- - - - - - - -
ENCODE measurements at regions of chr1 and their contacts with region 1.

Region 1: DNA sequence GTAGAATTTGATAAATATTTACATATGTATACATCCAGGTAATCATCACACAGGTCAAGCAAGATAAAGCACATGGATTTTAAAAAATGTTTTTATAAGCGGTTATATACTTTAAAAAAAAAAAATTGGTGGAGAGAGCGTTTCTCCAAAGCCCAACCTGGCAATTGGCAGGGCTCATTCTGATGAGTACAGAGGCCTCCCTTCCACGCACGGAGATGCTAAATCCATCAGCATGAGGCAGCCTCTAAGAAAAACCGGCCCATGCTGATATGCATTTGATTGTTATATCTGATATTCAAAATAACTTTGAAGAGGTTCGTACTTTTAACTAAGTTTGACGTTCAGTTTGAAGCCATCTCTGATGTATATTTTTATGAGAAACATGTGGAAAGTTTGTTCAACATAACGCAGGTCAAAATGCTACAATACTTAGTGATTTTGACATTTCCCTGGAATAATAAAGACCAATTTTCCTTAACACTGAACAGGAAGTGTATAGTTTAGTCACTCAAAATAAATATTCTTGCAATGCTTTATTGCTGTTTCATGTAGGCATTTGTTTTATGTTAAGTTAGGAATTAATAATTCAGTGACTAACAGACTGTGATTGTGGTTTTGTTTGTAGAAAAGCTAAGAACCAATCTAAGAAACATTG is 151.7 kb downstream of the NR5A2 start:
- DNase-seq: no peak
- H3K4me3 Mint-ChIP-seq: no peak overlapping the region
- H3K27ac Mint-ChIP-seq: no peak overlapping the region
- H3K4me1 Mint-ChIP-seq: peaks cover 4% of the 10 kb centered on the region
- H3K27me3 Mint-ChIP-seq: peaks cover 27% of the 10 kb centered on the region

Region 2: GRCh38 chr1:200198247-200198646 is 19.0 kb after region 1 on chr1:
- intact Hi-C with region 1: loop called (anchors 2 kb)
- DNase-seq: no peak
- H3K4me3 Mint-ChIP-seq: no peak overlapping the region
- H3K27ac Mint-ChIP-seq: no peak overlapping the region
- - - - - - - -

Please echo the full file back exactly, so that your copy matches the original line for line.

ENCODE measurements at regions of chr1 and their contacts with region 1.

Region 1: DNA sequence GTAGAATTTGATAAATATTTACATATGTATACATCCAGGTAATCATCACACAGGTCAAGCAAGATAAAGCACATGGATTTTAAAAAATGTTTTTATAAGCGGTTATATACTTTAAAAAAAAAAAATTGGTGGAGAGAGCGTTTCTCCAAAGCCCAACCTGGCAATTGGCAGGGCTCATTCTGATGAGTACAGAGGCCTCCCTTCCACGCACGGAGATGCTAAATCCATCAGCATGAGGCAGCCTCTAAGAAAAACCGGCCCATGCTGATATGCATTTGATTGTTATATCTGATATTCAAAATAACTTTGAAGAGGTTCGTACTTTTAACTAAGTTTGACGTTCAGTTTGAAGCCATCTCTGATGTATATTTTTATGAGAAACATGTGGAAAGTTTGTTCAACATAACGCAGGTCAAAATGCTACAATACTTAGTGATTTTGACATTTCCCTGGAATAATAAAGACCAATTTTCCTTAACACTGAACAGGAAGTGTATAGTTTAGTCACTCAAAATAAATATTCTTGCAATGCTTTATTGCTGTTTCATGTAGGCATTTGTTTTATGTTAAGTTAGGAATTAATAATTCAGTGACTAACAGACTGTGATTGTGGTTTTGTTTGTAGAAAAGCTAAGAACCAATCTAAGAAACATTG is 151.7 kb downstream of the NR5A2 start:
- DNase-seq: no peak
- H3K4me3 Mint-ChIP-seq: no peak overlapping the region
- H3K27ac Mint-ChIP-seq: no peak overlapping the region
- H3K4me1 Mint-ChIP-seq: peaks cover 4% of the 10 kb centered on the region
- H3K27me3 Mint-ChIP-seq: peaks cover 27% of the 10 kb centered on the region

Region 2: GRCh38 chr1:200198247-200198646 is 19.0 kb after region 1 on chr1:
- intact Hi-C with region 1: loop called (anchors 2 kb)
- DNase-seq: no peak
- H3K4me3 Mint-ChIP-seq: no peak overlapping the region
- H3K27ac Mint-ChIP-seq: no peak overlapping the region